For employers: Do I need to hire a UX Researcher?
The answer to this question really depends on your company. Some companies with a more lax schedule might do just fine with a talented UX Designer who has experience incorporating research into their timeline. But in this fast-paced world, more companies will want to bring on a dedicated UX Researcher early on to make sure they’re making the right decisions based on strong data. Whatever you do, you owe it to your future UX team to have clear expectations of individuals’ responsibilities instead of asking one designer to do it all. That’s just a recipe for burnout.
When writing your UX Researcher job description, be clear on the stage of your current product offering and your UX team’s needs. Are you a new startup looking to build multiple products? Or are you a large corporation looking for ongoing development for one product? Figure out if you’ll need a few junior researchers or maybe just one with lots of experience. Side note, some people might use the terms “user researcher” and “design researcher” interchangeably with UX Research, so include those search terms in your description, too.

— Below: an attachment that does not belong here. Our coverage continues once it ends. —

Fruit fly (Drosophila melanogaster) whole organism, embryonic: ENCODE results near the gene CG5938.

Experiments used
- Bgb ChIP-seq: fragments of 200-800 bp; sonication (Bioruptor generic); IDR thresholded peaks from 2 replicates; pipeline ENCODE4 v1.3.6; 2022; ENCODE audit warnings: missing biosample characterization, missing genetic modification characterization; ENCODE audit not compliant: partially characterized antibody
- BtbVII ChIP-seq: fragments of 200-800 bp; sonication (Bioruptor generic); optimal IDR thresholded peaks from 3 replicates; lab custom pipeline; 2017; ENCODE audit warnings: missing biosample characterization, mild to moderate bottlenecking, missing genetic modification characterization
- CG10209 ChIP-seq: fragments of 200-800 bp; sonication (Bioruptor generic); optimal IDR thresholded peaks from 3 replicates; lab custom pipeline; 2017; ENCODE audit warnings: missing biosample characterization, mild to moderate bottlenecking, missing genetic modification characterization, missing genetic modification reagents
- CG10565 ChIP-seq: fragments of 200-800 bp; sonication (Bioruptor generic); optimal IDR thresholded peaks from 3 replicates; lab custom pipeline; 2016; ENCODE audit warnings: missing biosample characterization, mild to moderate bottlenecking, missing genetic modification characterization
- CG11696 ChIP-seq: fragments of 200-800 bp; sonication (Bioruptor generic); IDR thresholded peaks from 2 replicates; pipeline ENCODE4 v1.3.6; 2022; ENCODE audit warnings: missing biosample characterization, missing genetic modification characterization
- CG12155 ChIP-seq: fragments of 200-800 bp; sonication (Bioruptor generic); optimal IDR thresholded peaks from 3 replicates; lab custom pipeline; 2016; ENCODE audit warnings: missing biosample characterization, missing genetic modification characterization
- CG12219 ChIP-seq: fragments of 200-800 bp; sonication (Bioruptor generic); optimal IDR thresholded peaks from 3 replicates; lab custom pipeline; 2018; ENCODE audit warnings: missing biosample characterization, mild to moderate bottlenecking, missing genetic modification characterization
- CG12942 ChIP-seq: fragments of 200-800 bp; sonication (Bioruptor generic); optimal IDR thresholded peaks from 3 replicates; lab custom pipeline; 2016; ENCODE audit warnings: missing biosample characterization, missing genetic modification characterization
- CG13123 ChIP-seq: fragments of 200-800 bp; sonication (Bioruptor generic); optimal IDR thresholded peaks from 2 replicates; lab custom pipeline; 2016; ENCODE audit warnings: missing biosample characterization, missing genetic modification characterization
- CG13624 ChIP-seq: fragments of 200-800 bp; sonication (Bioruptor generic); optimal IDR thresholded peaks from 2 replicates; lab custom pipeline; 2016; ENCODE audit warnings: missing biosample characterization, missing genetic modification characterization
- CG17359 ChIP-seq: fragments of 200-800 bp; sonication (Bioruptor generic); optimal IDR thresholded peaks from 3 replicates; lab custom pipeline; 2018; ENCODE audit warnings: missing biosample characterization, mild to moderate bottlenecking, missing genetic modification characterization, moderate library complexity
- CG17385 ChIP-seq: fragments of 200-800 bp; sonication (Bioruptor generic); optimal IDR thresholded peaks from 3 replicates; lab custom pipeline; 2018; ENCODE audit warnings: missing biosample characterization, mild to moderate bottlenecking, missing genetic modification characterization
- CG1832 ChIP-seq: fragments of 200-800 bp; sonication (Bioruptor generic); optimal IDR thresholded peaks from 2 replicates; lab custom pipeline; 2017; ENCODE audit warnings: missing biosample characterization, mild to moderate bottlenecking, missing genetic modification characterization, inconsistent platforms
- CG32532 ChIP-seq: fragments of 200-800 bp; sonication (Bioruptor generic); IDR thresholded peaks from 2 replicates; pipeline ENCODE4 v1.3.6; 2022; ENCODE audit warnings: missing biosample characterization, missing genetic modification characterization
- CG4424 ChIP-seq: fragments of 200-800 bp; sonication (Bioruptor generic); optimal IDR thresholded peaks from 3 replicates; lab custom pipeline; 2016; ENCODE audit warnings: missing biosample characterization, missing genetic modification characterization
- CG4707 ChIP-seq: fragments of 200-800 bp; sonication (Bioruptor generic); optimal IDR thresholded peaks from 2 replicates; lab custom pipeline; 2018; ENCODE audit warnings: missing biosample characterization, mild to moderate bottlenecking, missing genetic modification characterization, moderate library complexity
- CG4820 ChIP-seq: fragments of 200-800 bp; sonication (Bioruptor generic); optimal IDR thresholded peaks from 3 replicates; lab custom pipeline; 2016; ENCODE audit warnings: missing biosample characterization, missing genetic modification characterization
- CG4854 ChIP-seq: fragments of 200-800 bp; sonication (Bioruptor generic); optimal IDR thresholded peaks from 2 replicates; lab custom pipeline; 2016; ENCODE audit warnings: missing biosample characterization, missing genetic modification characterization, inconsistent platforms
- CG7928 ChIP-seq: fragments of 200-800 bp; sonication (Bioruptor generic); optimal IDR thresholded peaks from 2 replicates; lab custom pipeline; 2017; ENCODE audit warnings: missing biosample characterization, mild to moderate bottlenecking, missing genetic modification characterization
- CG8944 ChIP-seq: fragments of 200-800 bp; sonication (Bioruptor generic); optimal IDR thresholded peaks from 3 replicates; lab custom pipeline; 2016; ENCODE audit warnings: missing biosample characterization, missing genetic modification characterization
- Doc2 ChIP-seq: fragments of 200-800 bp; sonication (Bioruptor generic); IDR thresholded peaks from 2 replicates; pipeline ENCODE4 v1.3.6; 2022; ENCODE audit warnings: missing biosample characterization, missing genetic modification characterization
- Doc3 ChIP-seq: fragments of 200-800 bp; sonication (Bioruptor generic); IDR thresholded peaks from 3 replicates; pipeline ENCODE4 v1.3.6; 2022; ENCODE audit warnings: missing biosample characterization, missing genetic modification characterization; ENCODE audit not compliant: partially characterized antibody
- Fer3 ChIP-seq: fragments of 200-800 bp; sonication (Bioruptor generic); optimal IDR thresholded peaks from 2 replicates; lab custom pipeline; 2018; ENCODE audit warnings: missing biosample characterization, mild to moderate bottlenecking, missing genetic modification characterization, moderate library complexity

As we mentioned earlier, candidates might come from all walks of life, which means you’ll have a super-wide net of people to choose from. Try narrowing your search based on your own company’s product needs and the person’s portfolio. Say you’re creating a new live-streaming app but your target audience is in the health and wellness industry. You might choose to look for someone with an academic background in entertainment and/or music therapy. It’s really all up to you to know what you want your product to achieve and to find a researcher who has their finger on the pulse of your target customer.
And here, at Artisan, we might happen to know the perfect candidate...